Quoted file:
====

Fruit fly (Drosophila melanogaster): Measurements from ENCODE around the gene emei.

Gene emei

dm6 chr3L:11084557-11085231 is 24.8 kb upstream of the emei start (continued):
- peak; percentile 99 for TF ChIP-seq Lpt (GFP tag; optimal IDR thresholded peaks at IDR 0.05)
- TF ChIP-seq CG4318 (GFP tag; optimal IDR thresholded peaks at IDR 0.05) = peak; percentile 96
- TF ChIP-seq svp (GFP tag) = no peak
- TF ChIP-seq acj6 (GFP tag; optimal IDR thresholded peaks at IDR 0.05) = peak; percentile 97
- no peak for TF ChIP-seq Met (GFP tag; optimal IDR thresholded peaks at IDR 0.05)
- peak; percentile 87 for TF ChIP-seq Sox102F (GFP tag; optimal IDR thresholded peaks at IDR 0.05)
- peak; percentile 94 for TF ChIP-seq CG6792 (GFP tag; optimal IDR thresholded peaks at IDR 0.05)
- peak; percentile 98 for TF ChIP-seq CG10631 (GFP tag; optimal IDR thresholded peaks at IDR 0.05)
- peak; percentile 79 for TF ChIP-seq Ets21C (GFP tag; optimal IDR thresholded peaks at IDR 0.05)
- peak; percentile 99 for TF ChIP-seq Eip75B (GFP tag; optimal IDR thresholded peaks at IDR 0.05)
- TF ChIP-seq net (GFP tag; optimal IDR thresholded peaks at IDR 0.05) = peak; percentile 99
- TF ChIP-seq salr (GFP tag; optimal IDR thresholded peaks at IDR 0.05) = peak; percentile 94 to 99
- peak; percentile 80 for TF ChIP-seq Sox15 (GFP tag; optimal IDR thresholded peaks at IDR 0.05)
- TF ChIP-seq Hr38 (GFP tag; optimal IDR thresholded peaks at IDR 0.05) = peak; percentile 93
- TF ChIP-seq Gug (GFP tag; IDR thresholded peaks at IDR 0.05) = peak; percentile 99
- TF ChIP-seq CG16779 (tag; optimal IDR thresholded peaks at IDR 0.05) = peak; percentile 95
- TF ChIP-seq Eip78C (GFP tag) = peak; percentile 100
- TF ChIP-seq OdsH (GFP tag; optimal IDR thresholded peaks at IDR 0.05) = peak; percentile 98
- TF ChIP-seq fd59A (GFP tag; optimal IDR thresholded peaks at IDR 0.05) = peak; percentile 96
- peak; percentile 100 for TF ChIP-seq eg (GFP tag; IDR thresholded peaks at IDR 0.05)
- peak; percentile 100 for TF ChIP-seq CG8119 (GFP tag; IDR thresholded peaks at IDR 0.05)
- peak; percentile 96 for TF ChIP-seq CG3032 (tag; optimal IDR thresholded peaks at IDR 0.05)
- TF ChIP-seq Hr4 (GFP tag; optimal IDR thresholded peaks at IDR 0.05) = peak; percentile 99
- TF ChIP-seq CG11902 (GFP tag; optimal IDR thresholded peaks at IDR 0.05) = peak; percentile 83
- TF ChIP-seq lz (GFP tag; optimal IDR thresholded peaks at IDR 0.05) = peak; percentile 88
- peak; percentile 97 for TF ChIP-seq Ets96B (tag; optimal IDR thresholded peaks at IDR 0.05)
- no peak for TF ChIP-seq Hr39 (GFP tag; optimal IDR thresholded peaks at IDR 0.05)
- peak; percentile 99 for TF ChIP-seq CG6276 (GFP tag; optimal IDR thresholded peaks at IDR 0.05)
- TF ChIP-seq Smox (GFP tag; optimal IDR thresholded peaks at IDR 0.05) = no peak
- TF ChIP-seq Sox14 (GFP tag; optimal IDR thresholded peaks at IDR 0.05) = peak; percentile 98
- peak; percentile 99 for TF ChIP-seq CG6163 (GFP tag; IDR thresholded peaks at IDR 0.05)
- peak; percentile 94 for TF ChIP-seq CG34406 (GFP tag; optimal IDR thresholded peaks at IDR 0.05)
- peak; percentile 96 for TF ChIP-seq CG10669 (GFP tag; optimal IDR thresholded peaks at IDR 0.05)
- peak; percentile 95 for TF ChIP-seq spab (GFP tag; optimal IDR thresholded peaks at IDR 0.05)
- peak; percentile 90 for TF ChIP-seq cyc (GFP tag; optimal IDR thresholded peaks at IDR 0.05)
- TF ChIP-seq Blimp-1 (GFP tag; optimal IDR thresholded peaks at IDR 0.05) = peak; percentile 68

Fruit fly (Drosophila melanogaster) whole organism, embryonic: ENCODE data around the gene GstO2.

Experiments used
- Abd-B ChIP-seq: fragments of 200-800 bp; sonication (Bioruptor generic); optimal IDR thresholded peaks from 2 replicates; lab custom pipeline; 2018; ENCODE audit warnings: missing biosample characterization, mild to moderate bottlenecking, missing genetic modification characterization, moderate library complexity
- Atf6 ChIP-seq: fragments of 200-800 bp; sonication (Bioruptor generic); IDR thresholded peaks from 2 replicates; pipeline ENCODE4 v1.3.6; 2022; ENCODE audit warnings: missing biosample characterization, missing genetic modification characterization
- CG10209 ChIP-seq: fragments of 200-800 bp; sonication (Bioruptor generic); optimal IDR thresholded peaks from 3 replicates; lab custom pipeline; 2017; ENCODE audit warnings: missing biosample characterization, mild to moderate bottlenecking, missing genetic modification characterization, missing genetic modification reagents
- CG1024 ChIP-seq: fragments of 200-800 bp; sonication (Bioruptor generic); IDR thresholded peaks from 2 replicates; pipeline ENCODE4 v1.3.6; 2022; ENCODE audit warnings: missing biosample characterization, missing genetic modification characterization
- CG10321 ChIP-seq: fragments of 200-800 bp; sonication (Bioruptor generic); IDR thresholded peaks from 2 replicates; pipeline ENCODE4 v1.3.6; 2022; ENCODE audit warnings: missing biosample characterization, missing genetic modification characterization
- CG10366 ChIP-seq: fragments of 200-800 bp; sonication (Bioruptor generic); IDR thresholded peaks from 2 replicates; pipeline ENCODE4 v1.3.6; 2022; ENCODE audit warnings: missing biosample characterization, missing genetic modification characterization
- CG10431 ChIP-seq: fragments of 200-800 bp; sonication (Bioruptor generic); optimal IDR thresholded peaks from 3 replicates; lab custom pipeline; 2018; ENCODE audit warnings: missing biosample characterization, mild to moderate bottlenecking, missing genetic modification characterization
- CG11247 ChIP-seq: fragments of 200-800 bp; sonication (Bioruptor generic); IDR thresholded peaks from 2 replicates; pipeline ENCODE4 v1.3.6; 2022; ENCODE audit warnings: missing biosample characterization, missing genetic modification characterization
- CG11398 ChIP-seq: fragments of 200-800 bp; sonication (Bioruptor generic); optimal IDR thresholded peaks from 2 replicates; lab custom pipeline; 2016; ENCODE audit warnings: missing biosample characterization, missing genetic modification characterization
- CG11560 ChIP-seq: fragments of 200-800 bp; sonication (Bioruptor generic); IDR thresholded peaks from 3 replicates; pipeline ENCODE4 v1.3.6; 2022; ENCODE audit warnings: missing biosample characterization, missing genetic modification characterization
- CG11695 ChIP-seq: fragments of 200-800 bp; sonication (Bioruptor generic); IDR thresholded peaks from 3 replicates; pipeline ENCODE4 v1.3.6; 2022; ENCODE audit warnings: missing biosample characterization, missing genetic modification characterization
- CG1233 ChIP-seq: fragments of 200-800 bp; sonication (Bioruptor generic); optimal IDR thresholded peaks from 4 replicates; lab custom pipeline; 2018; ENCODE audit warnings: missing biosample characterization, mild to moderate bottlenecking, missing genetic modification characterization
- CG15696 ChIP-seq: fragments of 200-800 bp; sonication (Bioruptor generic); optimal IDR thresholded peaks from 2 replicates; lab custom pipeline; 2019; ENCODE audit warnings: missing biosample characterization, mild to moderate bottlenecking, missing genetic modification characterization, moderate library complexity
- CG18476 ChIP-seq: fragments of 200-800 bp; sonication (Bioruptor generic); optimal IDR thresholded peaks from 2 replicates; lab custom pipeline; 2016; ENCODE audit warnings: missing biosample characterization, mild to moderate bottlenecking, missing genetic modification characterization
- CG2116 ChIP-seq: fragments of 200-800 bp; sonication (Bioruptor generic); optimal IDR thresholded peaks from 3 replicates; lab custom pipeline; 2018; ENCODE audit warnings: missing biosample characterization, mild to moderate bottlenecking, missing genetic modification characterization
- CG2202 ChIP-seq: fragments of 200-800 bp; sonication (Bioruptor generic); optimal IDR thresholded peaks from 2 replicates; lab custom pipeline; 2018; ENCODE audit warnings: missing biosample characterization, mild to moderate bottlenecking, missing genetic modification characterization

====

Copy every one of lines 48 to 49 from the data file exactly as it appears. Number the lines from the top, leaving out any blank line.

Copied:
- CG10431 ChIP-seq: fragments of 200-800 bp; sonication (Bioruptor generic); optimal IDR thresholded peaks from 3 replicates; lab custom pipeline; 2018; ENCODE audit warnings: missing biosample characterization, mild to moderate bottlenecking, missing genetic modification characterization
- CG11247 ChIP-seq: fragments of 200-800 bp; sonication (Bioruptor generic); IDR thresholded peaks from 2 replicates; pipeline ENCODE4 v1.3.6; 2022; ENCODE audit warnings: missing biosample characterization, missing genetic modification characterization